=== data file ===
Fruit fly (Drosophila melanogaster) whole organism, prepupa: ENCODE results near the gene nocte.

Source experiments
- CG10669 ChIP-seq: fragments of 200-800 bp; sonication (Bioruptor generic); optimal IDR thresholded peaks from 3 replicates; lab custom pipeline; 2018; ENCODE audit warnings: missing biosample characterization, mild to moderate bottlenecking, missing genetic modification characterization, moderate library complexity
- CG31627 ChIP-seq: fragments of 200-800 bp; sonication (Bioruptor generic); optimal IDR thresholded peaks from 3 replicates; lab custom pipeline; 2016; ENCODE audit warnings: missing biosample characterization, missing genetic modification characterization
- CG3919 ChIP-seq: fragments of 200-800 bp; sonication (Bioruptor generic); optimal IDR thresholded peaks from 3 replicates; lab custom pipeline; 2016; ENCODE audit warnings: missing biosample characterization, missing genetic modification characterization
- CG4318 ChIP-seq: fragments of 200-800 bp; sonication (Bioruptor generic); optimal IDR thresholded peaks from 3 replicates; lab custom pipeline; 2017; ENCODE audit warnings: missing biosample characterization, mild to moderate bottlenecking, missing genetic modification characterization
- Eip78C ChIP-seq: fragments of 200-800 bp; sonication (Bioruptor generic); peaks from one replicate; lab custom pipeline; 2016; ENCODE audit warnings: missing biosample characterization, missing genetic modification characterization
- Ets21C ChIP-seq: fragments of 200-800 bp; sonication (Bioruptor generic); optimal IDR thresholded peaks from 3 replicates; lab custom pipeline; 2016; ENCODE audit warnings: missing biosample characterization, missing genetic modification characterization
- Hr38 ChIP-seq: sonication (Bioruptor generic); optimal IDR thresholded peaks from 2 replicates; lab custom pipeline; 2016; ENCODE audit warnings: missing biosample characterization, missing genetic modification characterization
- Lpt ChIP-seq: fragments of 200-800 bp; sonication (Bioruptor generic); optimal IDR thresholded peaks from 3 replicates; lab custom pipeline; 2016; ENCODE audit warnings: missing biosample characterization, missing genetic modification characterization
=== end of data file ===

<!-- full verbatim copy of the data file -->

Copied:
Fruit fly (Drosophila melanogaster) whole organism, prepupa: ENCODE results near the gene nocte.

Source experiments
- CG10669 ChIP-seq: fragments of 200-800 bp; sonication (Bioruptor generic); optimal IDR thresholded peaks from 3 replicates; lab custom pipeline; 2018; ENCODE audit warnings: missing biosample characterization, mild to moderate bottlenecking, missing genetic modification characterization, moderate library complexity
- CG31627 ChIP-seq: fragments of 200-800 bp; sonication (Bioruptor generic); optimal IDR thresholded peaks from 3 replicates; lab custom pipeline; 2016; ENCODE audit warnings: missing biosample characterization, missing genetic modification characterization
- CG3919 ChIP-seq: fragments of 200-800 bp; sonication (Bioruptor generic); optimal IDR thresholded peaks from 3 replicates; lab custom pipeline; 2016; ENCODE audit warnings: missing biosample characterization, missing genetic modification characterization
- CG4318 ChIP-seq: fragments of 200-800 bp; sonication (Bioruptor generic); optimal IDR thresholded peaks from 3 replicates; lab custom pipeline; 2017; ENCODE audit warnings: missing biosample characterization, mild to moderate bottlenecking, missing genetic modification characterization
- Eip78C ChIP-seq: fragments of 200-800 bp; sonication (Bioruptor generic); peaks from one replicate; lab custom pipeline; 2016; ENCODE audit warnings: missing biosample characterization, missing genetic modification characterization
- Ets21C ChIP-seq: fragments of 200-800 bp; sonication (Bioruptor generic); optimal IDR thresholded peaks from 3 replicates; lab custom pipeline; 2016; ENCODE audit warnings: missing biosample characterization, missing genetic modification characterization
- Hr38 ChIP-seq: sonication (Bioruptor generic); optimal IDR thresholded peaks from 2 replicates; lab custom pipeline; 2016; ENCODE audit warnings: missing biosample characterization, missing genetic modification characterization
- Lpt ChIP-seq: fragments of 200-800 bp; sonication (Bioruptor generic); optimal IDR thresholded peaks from 3 replicates; lab custom pipeline; 2016; ENCODE audit warnings: missing biosample characterization, missing genetic modification characterization